Prolonged oral treatment with an essential amino acid L-leucine does not affect female reproductive function and embryo-fetal development in rats

Food Chem Toxicol. 2004 Sep;42(9):1505-11. doi: 10.1016/j.fct.2004.04.013.


L-leucine, an essential amino acid, is one of the most popular ingredients in dietary supplements. To investigate a possibility of its embryo-fetal toxicity in rats, 11- to 12-week old dams were orally administered an aqueous solution of L-leucine at doses of 300 or 1000 mg/kg body weight on gestational days 7-17. Body weight and feed intake was evaluated throughout the whole course of pregnancy (days 0-20). L-Leucine did not influence body weight, but at a dose of 1000 mg/kg, slightly enhanced feed intake on days 14 and 18 of pregnancy. Caesarean section (day 20) revealed no influences on the litter size and weight of live-born fetuses, the number of corpora lutea, implantation index or the quality of placenta, and the minor increase in feed intake was considered irrelevant to the pregnancy outcomes. Fetuses were evaluated in a battery of external, visceral and skeletal examinations. No effects of L-leucine on gender ratio and external abnormalities, and no significant treatment-related variations in visceral and skeletal pathologies were observed. These results suggested that L-leucine, administered orally during organogenesis at doses up to 1000 mg/kg body weight, did not affect the outcome of pregnancy and did not cause fetotoxicity in rats.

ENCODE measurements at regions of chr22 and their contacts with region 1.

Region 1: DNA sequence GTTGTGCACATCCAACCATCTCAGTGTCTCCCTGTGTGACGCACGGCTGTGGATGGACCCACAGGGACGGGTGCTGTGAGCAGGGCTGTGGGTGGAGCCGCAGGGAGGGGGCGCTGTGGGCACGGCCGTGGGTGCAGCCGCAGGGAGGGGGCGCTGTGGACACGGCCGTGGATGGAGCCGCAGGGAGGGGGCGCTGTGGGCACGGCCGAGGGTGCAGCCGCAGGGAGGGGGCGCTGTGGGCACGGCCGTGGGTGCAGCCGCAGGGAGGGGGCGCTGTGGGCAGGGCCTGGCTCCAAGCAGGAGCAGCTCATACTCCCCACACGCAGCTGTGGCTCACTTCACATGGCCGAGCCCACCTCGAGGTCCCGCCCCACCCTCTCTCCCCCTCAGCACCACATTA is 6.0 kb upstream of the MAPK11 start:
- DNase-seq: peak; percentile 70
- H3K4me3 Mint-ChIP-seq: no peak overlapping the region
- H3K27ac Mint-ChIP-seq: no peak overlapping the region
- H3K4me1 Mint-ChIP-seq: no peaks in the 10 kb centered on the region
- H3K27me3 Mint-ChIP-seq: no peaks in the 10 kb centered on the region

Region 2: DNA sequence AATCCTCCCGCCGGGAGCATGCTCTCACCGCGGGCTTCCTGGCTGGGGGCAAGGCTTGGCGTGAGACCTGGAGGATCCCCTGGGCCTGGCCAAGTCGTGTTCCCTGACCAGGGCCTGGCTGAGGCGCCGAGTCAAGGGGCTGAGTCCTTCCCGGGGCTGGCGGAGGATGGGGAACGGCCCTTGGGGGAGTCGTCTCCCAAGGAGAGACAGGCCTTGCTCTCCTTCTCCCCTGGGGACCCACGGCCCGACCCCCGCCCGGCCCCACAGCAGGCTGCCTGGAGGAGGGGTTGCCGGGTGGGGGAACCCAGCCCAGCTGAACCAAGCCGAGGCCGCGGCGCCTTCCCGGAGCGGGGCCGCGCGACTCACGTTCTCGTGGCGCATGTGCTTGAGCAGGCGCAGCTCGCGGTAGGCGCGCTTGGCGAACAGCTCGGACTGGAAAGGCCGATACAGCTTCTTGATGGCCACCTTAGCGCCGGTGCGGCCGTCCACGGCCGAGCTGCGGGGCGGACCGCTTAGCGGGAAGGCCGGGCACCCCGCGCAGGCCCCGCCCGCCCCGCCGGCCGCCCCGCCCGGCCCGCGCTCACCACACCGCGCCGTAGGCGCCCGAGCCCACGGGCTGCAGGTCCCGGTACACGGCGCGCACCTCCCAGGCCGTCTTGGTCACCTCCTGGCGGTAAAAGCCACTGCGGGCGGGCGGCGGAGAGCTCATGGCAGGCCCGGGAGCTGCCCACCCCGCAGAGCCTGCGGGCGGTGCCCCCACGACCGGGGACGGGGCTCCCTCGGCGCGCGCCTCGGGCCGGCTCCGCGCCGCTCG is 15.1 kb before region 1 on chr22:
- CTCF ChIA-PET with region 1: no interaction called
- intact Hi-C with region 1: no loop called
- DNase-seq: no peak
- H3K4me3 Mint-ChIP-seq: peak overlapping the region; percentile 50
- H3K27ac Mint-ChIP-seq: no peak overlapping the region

MeSH terms

  • Administration, Oral
  • Animals
  • Dose-Response Relationship, Drug
  • Eating / drug effects
  • Embryonic and Fetal Development / drug effects*
  • Female
  • Leucine / administration & dosage
  • Leucine / toxicity*
  • Male
  • No-Observed-Adverse-Effect Level
  • Pregnancy
  • Pregnancy Outcome
  • Rats
  • Rats, Sprague-Dawley
  • Teratogens / toxicity*


  • Teratogens
  • Leucine